Can the speed of sound or light be slowed down?

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glassynails
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Can the speed of sound or light be slowed down?

Post by glassynails » Wed Jul 13, 2016 10:22 pm

Was wondering if the speed of sound or light could be slowed down.

Why does light travel? Sound?
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slidika
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Re: Can the speed of sound or light be slowed down?

Post by slidika » Thu Jul 14, 2016 11:31 am

I think a black hole would do that.
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Re: Can the speed of sound or light be slowed down?

Post by bear » Thu Jul 14, 2016 12:17 pm

When I was an undergrad I majored (among many other things) in physics. Of course, the world was flat and Helios drove his chariot across the sky.
I came across the article that you might find interesting - http://news.harvard.edu/gazette/1999/02.18/light.html
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Re: Can the speed of sound or light be slowed down?

Post by pogmoor » Thu Jul 14, 2016 4:44 pm

The speed of sound varies with several properties of the medium it is passing through (eg temperature and density). The speed of light in a vacuum is a constant such that the speed it arrives remains the same even if you are moving away from the source. However the speed of light through transparent solids, liquids and gases is less than its speed in a vacuum.
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Re: Can the speed of sound or light be slowed down?

Post by Pat Dodson » Thu Jul 14, 2016 5:11 pm

Here's a rather fun experiment to determine the speed of light that can be done in your kitchen.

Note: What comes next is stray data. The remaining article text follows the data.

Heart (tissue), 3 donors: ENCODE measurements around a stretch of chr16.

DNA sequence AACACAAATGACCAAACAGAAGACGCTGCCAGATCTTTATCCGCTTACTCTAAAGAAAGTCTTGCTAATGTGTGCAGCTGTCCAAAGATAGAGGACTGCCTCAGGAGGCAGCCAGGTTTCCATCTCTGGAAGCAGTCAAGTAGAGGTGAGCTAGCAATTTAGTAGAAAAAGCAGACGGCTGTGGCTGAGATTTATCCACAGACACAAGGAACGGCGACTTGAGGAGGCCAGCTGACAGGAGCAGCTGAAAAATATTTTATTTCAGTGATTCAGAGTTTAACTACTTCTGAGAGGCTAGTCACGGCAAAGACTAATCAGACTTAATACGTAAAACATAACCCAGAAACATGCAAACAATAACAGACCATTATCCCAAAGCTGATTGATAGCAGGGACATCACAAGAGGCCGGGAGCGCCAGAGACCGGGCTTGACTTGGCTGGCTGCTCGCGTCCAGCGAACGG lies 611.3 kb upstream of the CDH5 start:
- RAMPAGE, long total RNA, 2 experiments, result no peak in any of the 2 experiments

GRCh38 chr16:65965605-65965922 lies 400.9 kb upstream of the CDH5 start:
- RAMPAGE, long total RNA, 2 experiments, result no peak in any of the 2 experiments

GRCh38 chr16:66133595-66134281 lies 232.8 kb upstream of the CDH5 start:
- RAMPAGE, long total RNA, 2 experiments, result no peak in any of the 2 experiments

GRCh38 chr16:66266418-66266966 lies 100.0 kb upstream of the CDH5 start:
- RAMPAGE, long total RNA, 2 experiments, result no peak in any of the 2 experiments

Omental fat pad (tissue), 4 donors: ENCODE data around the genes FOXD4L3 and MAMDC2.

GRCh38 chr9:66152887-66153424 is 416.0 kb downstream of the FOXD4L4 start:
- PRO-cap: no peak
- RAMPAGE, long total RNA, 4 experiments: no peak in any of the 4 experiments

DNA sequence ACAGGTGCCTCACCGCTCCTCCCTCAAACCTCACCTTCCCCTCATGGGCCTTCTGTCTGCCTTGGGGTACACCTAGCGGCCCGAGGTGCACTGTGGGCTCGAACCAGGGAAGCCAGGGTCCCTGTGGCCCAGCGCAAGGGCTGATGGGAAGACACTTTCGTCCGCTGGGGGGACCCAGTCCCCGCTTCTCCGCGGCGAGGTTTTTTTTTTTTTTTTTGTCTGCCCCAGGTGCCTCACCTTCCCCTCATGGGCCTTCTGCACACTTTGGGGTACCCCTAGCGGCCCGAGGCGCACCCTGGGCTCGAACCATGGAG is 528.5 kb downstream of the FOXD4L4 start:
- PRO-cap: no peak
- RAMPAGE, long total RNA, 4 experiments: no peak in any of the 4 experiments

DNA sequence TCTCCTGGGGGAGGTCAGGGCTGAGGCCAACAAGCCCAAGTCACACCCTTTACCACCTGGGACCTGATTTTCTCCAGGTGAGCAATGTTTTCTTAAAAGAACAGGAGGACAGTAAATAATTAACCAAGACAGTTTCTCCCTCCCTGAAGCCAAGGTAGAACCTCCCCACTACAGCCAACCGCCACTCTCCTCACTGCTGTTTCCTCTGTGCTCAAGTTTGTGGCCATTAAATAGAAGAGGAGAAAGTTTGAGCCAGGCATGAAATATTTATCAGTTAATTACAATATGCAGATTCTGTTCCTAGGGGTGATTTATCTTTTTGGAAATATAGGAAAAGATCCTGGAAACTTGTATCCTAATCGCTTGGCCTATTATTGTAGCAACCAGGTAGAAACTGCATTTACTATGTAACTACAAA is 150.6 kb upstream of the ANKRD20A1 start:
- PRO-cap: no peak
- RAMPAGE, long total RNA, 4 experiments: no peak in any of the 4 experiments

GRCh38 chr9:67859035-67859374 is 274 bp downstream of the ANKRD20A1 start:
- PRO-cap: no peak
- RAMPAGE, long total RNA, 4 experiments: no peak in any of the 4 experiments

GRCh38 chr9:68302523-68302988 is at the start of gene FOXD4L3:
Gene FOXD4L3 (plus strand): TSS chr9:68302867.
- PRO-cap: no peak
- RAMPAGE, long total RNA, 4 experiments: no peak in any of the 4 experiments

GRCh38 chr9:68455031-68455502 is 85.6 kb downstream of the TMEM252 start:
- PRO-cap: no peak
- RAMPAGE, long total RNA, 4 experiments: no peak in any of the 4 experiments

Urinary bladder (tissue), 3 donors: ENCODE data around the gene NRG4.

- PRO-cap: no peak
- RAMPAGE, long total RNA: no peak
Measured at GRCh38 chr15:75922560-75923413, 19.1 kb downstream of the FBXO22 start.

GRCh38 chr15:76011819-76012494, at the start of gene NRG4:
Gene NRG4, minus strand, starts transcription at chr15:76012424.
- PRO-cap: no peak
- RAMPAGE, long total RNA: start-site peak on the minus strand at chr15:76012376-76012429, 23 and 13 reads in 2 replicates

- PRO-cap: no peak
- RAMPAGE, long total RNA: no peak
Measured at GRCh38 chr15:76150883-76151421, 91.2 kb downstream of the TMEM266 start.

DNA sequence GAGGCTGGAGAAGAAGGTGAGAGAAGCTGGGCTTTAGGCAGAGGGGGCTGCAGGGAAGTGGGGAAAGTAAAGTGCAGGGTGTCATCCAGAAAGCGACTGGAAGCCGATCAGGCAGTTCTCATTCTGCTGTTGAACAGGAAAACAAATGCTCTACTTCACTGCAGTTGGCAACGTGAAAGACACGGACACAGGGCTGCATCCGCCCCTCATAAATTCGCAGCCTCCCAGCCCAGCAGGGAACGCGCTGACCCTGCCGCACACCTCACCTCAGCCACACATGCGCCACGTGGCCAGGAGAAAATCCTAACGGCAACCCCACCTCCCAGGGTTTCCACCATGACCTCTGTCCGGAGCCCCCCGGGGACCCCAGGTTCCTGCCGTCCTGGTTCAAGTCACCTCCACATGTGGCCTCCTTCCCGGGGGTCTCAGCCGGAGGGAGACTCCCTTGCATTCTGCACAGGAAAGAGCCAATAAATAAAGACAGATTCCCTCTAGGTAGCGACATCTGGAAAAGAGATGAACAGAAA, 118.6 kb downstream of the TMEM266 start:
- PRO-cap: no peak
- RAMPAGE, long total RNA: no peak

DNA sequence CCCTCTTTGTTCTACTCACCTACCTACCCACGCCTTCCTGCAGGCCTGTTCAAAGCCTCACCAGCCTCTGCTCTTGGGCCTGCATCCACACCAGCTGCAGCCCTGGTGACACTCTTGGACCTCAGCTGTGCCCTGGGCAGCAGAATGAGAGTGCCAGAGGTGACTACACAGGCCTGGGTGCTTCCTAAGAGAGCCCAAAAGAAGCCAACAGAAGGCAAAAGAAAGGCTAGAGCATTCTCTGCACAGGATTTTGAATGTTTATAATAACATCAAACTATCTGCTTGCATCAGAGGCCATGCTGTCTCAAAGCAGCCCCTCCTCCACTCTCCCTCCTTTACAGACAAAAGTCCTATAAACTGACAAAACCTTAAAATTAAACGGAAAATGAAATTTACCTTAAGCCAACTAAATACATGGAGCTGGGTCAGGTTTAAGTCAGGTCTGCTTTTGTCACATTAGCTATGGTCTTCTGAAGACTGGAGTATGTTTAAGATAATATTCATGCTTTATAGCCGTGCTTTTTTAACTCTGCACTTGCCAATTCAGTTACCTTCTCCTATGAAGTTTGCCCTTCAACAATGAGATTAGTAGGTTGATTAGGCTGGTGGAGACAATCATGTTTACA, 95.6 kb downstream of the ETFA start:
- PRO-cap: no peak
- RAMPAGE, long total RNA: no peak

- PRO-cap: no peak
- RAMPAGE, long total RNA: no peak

http://eufisica.blogspot.co.uk/2012/02/ ... e.html?m=1

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Andrew Fryer
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Re: Can the speed of sound or light be slowed down?

Post by Andrew Fryer » Thu Jul 14, 2016 5:39 pm

Both very easily. Glass slows down light. Thin air slows down sound.
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Re: Can the speed of sound or light be slowed down?

Post by guitarrista » Thu Jul 14, 2016 5:56 pm

pogmoor wrote:The speed of light in a vacuum is a constant such that the speed it arrives remains the same even if you are moving away from the source. However the speed of light through transparent solids, liquids and gases is less than its speed in a vacuum.
Just to add here that it is the apparent speed of light through a medium which is less than that in vacuum. However, it is not true that light slows down - rather there are interactions with the medium it travels through. Although this is too simplistic, it is as if it bounces around in many directions so that it takes longer to progress in the original direction of travel (modified by the refraction angle). In reality there are absorptions and re-emissions going on. But in between interactions, light does still travel at the speed c in vacuum, within any medium.
Last edited by guitarrista on Thu Jul 14, 2016 6:49 pm, edited 1 time in total.
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Re: Can the speed of sound or light be slowed down?

Post by gitgeezer » Thu Jul 14, 2016 6:25 pm

Andrew Fryer wrote:Both very easily. Glass slows down light. Thin air slows down sound.
Sound travels at different speeds through different mediums, but its speed through air is influenced only by temperature, not by density. Sound travels more slowly through colder air because molecules move more slowly as their temperature drops. Sound travels more slowly higher in the atmosphere because the air is colder, not because it is thinner.